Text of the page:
Engineer fields questions on proposed Pepper Street project

In a busy session that spanned more than three hours on June 7, the Monroe Planning & Zoning Commission weighed several proposals from property owners — the most contentious of which was a property at 485 Pepper St., where owner sought permission for the outdoor storage of vehicles.

That measure, brought by Solli Engineering on behalf of businessman Joseph Grasso, involved a public hearing continued from the commission’s May 17 meeting.

Grasso filed a special exception permit application to permit the storage of building materials and construction equipment at the site. That equipment currently consists of four pickup trucks. The property is in an I3 industrial zone but has had a nonconforming residence on it, which is now vacant. Thus, any switch to the industrial use called for by zoning would nonetheless also require an approved change of use. Therein lay the source of contention between the commission and Grasso, Solli and four other partial owners of the property.

P&Z Administrator Will Agresta said that the applicant said the property’s principal use would be the store of materials and construction equipment.

“However, the storage of equipment outdoors is an accessory use,” to interior operations, said Agresta.

In this case there will be no indoor work, countered Kevin Solli, president of Monroe-based Solli Engineering, the project’s engineer.

“Our applicant is not looking to use the single-family residence, but has no plans to abandon it, either,” said Solli. “The regulations don’t say storage has to be indoors.”

Solli added that the property owners are willing to install a fence along the front of the property and to cut down some trees and shrubbery to improve egress from its driveway. The exit is at a slight curve in Pepper Street and poses a sight-distance hazard.

“This could be better addressed by moving the driveway southward,” said Town Engineer Scott Schatzlein.

More development ahead

Solli noted that Grasso has other plans in store for the property, which will be the topic of a separate application, and wishes to keep any current modifications simple. This will avoid the need to install and then remove pavement later this year when that second development project begins.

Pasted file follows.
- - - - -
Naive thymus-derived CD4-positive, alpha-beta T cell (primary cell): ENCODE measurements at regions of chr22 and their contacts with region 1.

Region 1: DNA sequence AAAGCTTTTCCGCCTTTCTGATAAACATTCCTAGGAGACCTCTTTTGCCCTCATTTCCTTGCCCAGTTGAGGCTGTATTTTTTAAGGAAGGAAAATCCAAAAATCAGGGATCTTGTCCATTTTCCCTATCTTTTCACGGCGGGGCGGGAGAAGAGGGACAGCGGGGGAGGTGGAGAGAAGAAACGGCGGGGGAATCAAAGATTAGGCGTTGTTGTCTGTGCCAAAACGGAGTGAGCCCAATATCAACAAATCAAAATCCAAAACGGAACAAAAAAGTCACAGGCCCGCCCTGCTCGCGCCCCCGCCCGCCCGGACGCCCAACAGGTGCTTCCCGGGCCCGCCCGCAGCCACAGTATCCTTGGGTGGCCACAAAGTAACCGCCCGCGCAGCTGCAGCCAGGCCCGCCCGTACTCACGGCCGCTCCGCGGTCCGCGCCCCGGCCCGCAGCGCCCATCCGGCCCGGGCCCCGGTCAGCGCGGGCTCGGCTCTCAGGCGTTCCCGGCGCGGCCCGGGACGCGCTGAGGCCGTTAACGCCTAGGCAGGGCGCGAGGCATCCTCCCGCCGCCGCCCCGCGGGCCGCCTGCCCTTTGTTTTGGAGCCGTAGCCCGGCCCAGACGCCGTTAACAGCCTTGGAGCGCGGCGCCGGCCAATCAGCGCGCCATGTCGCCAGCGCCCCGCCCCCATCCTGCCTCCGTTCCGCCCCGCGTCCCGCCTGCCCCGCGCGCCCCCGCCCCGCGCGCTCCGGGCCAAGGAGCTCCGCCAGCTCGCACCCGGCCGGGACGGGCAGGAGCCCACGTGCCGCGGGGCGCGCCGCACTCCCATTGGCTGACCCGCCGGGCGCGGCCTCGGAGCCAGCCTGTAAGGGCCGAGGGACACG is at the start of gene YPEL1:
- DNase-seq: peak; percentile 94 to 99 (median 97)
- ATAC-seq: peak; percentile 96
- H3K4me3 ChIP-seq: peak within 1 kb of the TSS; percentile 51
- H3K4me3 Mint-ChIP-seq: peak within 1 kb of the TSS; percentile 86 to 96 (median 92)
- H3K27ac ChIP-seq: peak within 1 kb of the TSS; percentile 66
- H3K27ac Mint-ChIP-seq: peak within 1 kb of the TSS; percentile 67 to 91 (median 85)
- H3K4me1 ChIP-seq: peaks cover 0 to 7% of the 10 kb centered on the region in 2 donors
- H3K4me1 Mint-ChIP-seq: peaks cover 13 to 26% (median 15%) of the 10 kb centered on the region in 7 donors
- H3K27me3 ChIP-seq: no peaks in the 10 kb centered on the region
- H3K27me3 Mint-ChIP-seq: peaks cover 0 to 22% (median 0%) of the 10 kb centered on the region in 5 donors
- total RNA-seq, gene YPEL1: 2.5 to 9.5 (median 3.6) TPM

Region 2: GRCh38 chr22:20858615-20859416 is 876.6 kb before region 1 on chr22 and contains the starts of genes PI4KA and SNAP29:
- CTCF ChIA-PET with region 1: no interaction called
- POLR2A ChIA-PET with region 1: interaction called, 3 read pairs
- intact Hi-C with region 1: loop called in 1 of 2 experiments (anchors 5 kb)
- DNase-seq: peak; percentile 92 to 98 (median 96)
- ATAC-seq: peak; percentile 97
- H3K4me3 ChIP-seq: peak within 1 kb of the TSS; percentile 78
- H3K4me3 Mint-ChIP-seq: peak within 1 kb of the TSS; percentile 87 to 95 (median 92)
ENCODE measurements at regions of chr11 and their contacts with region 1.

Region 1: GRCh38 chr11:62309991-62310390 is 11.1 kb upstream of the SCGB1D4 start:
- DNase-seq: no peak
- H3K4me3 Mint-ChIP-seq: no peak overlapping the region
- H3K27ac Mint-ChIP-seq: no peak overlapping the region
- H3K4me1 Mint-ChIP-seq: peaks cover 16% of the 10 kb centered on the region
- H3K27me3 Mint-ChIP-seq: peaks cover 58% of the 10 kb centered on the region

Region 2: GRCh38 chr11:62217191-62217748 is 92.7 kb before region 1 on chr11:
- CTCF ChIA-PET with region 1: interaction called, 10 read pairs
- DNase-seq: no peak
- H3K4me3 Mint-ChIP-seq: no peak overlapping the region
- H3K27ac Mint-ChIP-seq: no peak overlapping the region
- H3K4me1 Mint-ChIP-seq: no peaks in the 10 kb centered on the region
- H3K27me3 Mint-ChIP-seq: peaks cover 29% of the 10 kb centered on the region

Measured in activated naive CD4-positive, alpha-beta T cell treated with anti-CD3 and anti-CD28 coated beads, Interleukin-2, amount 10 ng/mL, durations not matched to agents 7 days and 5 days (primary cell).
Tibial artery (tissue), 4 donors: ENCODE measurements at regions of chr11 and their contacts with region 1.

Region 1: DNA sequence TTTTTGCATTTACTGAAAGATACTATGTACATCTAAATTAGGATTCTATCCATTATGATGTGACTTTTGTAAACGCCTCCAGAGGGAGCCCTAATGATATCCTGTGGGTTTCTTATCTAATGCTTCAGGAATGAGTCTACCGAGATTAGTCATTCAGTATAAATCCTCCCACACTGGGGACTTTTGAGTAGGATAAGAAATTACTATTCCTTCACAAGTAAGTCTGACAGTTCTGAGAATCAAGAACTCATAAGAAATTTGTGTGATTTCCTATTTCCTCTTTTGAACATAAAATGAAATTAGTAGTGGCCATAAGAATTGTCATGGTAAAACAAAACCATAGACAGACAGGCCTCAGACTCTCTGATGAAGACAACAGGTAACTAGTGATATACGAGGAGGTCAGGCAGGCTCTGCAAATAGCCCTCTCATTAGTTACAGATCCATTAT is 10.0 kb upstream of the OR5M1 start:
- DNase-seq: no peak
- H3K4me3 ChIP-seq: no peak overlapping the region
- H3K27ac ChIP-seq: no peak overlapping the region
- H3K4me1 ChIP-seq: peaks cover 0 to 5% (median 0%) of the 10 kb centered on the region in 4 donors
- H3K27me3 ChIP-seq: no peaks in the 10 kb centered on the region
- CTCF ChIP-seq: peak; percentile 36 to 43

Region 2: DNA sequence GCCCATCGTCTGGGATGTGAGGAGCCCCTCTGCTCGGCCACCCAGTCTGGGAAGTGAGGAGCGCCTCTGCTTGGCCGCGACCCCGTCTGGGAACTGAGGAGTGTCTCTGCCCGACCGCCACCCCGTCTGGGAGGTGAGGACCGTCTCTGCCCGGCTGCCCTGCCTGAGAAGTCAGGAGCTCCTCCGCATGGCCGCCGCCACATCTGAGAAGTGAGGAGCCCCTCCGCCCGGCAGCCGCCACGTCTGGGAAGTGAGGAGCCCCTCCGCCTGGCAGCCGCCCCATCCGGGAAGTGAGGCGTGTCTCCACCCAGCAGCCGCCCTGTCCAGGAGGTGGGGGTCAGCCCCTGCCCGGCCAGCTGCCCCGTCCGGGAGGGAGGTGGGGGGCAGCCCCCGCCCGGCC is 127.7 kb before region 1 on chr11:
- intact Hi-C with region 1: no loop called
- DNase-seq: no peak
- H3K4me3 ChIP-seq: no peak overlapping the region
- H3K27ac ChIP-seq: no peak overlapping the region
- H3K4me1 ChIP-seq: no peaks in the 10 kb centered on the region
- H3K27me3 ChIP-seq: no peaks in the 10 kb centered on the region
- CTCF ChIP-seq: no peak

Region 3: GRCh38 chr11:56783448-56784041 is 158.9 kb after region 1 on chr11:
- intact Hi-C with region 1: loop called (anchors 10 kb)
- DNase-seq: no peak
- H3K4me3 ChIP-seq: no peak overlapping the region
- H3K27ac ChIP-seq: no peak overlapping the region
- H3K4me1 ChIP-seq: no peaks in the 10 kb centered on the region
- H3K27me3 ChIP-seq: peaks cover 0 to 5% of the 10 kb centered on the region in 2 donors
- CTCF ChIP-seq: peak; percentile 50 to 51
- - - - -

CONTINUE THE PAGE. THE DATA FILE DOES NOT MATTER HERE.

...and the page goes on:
Grasso needed the change-of-use permit, and to park vehicles on the property, to meet the requirements of an unnamed bank. It is providing financing to Grasso to develop the property.

“But if you go from a residential to industrial use, you have to bring it up to industrial-zoning requirements,” said Agresta, adding that, in challenging Solli’s application, he was relying on comments from the town’s attorney on the matter.

Several commissioners seemed inclined to support the measure, but Chairman William Porter voiced his displeasure.

“You’re asking us to approve an application that meets none of our zoning regulations,” said Porter, who added that doing so could open up the commission — and the town — to litigation from unhappy applicants in the future.

Brian Cummings of Sandy Hook spoke briefly during the public comment portion of the hearing. Cummings is the husband of one of the property owners, and said he could not understand the difficulty posed by this application.

“There is a factory across the street (from 485 Pepper St.) that pulls 40-foot trailers in and out all day long, with no incidents, and there are Dumpsters all over the property,” said Cummings. “If it’s so important to the town of Monroe’s counsel, why isn’t he here?”

Ultimately, the commission moved to continue deliberations through its next meeting, which is scheduled for June 21. The result may be a series of recommended conditions and limitations on Solli’s proposal.

Other P&Z agenda items

Among other business, the P&Z Commission also acted on a host of other applications and requests.

  • 50 Cambridge Drive — This is the site of Axel Plastics, and was the topic of a hearing at the P&Z’s May 3 meeting. The commission approved its application for a permit approval amendment modification, which allows for an exterior chemical storage container exterior storage container; three exterior overflow tanks; chain-link fence storage compound; reconfiguration of parking; and the relocation of its Dumpster enclosure and reserved parking.
  • 233-235 Monroe Turnpike — The commission approved a 120-day extension for this project. The owner of this property wants to convert vacant houses into low-density professional office space.
  • 154 Enterprise Drive — The commission approved a 90-day extension for this project, which is owned by J&S Industries, LLC, a tree-trimming concern. It seeks to add “landscaper or arborist” as a principal special-exception use within a class 2 industrial district (I-2), which is where the property is located.
  • Victoria Drive — The commission gave its final okay to a request to raise the maximum height of industrial buildings, from 45 to 55 feet. The proposal also called for the approval of silos not to exceed 65 feet and 10 percent of the total building area. That measure was also approved. The potential tenant for this property is still under wraps.
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